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Overview: The Study of Neuromodulators in Neural Circuits and Behavior

alphabet soup

Neuromodulators are a special category of neurotransmitters that play profound roles in cognition, emotion, and behavior. Neuromodulators differ from classical neurotransmitters in that they are typically expressed by unique clusters of neurons, they project diffusely throughout the nervous system, and they modulate postsynaptic neurons in a way that alters their responses to traditional neurotransmitters (such as GABA and glutamate). They are typically either small peptides ("neuropeptides"), such as hypocretin, melanin-concentrating hormone, neuropeptide S, and cortistatin, or derivatives of amino acids ("monoamines"), such as dopamine, histamine, norepinephrine, and serotonin. The small molecule acetylcholine functions as a neurotransmitter in the peripheral nervous system and as a neuromodulator in the central nervous system. Interestingly, all central nervous system neurons that produce neuromodulators also release traditional neurotransmitters, raising the question as to what neuromodulators contribute to neural circuits aside from classical neural signaling.

The alphabet soup of some commonly studied neuromodulators. 5HT, serotonin; ACh, acetylcholine; CST, cortistatin; DA, dopamine; Hcrt, hypocretin; His, histamine; MCH, melanin-concentrating hormone; NE, norepinephrine; NPS, neuropeptide S.

In our lab, we focus on the role that many of these neuromodulators play in various mammalian behaviors. A major focus of our lab is understanding the role of neuromodulators in arousal and sleep. Some neuromodulators, such as 5HT, Ach, DA, His, and NE are known to promote arousal, with Hcrts stabilizing wake states. Others, such as CST and MCH, are thought to promote sleep states. However, our understanding is limited, and important questions remain:

  • Is neural activity in nuclei that produce neuromodulators sufficient or permissive to promote sleep, wakefulness or state transitions?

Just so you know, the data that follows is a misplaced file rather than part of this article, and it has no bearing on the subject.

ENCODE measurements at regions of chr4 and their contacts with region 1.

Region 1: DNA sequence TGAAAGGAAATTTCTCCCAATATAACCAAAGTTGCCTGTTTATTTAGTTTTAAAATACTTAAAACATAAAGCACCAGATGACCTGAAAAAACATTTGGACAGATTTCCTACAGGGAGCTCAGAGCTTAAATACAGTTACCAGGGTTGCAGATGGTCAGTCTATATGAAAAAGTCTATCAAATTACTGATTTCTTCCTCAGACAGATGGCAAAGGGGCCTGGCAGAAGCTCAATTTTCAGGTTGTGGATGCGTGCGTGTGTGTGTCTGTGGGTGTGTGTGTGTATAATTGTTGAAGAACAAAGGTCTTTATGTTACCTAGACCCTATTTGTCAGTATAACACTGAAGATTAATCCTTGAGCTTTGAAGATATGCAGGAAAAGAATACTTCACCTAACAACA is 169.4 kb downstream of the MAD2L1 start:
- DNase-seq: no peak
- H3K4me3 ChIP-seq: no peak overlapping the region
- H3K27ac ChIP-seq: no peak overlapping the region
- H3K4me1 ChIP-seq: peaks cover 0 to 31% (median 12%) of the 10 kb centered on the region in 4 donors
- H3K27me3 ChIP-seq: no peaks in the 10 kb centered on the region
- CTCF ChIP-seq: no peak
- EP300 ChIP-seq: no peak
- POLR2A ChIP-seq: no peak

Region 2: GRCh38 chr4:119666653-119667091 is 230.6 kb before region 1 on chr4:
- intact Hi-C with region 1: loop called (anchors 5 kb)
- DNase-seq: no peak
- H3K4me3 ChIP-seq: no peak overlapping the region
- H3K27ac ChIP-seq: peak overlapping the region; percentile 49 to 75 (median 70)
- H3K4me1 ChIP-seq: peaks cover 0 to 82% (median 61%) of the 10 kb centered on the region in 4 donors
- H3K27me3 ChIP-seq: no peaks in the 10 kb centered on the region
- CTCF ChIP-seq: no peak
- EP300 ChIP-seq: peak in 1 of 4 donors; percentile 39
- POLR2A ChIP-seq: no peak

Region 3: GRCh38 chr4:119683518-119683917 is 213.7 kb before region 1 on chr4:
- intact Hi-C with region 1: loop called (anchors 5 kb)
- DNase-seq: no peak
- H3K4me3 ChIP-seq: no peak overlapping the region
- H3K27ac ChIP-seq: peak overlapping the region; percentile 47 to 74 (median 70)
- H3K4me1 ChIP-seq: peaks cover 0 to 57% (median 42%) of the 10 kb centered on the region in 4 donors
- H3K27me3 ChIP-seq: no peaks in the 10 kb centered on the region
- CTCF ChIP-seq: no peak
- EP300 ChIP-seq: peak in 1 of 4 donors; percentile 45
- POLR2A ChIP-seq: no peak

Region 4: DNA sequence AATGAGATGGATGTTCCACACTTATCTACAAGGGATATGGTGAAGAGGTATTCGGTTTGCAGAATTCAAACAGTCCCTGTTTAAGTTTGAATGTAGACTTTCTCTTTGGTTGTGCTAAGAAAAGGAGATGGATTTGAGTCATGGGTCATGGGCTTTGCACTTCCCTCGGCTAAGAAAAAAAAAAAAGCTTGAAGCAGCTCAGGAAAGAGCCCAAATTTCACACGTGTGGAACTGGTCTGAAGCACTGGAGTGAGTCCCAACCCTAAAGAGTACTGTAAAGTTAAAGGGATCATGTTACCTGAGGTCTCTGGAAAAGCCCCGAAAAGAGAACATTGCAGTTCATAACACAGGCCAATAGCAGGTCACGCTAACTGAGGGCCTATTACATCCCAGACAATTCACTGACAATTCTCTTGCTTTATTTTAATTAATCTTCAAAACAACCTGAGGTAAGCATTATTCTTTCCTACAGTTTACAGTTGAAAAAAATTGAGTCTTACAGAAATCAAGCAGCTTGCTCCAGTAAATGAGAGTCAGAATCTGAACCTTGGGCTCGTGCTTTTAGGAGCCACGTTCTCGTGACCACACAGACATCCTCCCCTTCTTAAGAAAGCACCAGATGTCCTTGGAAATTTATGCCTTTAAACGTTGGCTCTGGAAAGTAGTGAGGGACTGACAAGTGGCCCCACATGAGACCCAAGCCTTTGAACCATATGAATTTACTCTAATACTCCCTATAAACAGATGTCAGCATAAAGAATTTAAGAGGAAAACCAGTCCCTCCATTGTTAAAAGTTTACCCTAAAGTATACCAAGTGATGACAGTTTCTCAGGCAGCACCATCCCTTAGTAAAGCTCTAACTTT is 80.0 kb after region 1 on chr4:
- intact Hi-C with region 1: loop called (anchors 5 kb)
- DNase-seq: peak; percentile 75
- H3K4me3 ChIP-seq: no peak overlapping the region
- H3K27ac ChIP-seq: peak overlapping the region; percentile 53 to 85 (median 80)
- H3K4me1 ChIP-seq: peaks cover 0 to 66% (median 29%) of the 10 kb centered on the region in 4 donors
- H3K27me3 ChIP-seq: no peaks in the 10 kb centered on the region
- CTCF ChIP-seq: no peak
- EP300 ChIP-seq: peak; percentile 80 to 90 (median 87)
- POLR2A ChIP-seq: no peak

• What downstream neural populations are necessary or sufficient to mediate the effects of neuromodulators?

  • What are the kinetics of neurotransmission between sleep- and wake-promoting circuits in the brain in an unrestrained, behaving animal?

  • What are the consequences of neuromodulator vs neurotransmitter release from synapses on downstream neurons?

Our lab is currently attempting to answer these questions using the methods described below.

Further reading:

de Lecea (2010). A decade of hypocretins: past, present, and future of the neurobiology of arousal. Acta Physiol. 198(3):203-8. [Abstract] [PDF]

de Lecea (2008). Cortistatin--functions in the central nervous system. Mol. Cell. Endocrin. 286(1-2):88-95. [Abstract] [PDF]

Adamantidis and de Lecea (2008). Physiological arousal: a role for hypothalamic systems. Cell Mol. Life Sci. 65(10):1475-88. [Abstract] [PDF]

The role of neuromodulators in sleep/wake transitions. The balance between wakefulness and sleep is thought to depend upon a balance of activity in different neuromodulatory systems. NE, His, 5HT, and other systems tend to be active during wakefulness, with Hcrt exerting an excitatory tone on these systems. Other systems, such as the MCH system and populations of GABAergic nuclei are more active during sleep. The precise contribution of individual neuronal populations to sleep/wake states is relatively unknown.

New Approaches to Studying the Function of Neuromodulators in vivo

In order to investigate the role of neuromodulators in behavior, it is necessary to test the effects of manipulating their function.  Traditionally, neuromodulator systems have been perturbed in vivo using electrical, physical, pharmacological, and genetic methods.  Although much progress has been made using these classical techniques, considerable drawbacks prevent their use in the study of neural circuits with fine spatial and temporal precision.  Electrical and physical techniques are not spatially precise and can cause stimulation, inhibition, or inactivation of surrounding cells and processes.  Pharmacological and genetic methods have better spatial selectivity but lack temporal resolution at the scale of single action potentials.